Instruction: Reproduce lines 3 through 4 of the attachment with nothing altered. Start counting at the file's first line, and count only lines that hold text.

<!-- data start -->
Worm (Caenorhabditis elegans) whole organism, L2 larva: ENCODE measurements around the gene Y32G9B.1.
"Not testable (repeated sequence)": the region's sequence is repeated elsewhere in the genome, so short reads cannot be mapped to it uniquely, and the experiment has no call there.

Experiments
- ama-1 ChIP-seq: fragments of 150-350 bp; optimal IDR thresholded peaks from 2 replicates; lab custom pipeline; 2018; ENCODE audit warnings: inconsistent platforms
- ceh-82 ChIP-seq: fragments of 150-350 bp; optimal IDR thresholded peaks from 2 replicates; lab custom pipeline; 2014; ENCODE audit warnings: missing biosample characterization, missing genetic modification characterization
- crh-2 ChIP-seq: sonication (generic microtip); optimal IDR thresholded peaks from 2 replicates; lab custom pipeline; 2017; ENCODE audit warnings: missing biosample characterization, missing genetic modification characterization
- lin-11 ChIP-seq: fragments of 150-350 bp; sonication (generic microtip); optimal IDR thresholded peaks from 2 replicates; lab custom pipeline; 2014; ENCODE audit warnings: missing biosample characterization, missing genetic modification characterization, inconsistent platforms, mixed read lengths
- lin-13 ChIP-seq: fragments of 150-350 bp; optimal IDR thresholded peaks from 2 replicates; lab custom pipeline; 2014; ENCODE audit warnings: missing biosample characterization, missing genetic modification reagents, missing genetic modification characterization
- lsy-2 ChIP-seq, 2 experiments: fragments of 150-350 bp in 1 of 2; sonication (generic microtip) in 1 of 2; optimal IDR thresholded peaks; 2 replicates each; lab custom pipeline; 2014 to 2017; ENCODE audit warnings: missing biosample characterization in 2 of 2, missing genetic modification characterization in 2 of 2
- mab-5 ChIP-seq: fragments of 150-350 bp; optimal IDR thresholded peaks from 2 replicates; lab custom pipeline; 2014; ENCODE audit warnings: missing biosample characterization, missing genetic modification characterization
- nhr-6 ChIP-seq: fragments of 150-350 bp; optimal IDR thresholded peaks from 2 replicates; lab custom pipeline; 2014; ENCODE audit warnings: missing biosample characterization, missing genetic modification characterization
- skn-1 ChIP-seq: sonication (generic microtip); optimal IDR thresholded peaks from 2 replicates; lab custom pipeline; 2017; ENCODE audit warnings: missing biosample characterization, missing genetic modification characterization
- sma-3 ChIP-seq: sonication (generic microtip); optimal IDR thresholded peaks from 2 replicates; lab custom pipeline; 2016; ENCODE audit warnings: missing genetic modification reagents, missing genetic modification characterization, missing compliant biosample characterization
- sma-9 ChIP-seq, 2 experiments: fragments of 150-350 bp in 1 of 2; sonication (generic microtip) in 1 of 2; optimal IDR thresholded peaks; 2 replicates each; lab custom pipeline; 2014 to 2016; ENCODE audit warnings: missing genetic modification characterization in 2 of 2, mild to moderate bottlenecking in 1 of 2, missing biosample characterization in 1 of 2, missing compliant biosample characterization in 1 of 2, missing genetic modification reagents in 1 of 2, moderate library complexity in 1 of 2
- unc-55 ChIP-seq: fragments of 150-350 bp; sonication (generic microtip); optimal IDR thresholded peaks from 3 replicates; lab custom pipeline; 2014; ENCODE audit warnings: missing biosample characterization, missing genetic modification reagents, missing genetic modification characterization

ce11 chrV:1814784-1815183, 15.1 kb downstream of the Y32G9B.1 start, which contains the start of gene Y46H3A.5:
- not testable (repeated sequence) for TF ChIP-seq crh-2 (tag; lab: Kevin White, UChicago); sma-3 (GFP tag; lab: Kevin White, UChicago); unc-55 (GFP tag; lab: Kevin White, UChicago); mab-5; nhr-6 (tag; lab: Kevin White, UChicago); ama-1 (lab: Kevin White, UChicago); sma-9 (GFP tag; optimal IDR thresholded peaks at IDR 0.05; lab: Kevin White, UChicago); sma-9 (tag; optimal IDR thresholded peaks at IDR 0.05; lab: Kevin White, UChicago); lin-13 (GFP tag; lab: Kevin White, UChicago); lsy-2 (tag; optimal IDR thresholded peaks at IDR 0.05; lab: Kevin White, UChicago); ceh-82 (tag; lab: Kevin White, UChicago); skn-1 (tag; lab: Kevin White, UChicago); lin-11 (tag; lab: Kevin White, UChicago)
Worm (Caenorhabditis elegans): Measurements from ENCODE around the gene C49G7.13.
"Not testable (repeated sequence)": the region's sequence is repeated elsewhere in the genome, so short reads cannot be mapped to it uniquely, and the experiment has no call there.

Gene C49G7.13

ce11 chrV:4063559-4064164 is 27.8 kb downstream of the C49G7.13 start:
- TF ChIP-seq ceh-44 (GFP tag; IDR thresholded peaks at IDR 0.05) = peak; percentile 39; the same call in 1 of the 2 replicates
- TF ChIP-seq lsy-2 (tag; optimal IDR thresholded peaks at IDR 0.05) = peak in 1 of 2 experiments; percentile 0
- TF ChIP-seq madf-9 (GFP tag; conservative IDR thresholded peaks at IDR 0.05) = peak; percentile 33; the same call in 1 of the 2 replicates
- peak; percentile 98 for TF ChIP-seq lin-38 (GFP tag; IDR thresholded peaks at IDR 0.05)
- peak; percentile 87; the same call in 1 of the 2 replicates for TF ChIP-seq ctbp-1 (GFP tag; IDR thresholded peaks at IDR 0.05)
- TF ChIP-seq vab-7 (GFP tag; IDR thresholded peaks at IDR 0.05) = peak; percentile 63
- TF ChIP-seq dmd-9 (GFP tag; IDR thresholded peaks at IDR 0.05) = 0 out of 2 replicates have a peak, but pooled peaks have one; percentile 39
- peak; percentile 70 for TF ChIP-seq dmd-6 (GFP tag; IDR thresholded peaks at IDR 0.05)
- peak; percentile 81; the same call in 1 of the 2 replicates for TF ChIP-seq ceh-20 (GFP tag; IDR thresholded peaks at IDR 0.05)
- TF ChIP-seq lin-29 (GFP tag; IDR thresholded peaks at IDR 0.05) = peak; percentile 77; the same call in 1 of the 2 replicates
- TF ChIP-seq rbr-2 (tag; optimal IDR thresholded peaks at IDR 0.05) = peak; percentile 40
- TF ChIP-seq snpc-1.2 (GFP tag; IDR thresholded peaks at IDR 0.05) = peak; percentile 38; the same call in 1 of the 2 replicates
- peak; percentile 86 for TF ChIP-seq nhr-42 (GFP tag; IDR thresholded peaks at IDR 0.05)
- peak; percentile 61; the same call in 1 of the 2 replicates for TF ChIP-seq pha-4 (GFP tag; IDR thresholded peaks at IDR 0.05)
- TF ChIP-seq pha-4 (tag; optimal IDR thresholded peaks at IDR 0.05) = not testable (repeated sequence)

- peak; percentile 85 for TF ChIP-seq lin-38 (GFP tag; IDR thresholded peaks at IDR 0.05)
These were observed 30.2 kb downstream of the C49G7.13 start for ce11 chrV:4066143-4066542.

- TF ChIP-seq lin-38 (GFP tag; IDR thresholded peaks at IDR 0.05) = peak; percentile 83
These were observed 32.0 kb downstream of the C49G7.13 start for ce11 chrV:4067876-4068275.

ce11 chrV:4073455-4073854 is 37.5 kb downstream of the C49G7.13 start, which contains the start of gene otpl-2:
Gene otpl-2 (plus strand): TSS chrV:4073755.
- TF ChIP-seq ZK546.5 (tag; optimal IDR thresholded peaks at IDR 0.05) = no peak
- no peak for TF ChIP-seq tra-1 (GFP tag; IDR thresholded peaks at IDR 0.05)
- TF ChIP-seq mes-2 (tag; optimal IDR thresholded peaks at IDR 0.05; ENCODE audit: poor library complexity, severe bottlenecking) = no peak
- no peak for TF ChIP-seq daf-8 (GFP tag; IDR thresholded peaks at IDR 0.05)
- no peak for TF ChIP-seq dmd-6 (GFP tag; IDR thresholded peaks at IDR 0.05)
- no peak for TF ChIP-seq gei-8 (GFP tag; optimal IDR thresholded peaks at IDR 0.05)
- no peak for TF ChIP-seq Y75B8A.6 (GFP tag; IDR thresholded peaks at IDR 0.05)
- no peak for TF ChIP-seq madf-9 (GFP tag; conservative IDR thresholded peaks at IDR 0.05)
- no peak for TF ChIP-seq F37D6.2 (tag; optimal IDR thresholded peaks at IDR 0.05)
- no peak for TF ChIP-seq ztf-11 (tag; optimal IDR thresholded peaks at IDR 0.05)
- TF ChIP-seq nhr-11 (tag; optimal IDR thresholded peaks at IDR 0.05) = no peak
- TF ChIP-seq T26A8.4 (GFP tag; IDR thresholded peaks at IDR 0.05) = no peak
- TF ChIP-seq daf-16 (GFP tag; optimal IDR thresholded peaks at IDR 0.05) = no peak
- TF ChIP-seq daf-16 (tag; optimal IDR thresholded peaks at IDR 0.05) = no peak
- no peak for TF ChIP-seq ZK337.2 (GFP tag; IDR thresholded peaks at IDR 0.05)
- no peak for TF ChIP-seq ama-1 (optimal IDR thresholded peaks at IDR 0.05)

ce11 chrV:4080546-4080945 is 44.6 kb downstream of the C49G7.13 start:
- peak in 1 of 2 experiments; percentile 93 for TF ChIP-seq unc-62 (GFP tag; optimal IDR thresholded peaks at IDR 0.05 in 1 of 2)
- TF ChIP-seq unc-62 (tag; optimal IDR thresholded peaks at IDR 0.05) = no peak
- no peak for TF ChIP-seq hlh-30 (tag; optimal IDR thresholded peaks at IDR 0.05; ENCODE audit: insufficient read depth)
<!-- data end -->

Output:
Experiments
- ama-1 ChIP-seq: fragments of 150-350 bp; optimal IDR thresholded peaks from 2 replicates; lab custom pipeline; 2018; ENCODE audit warnings: inconsistent platforms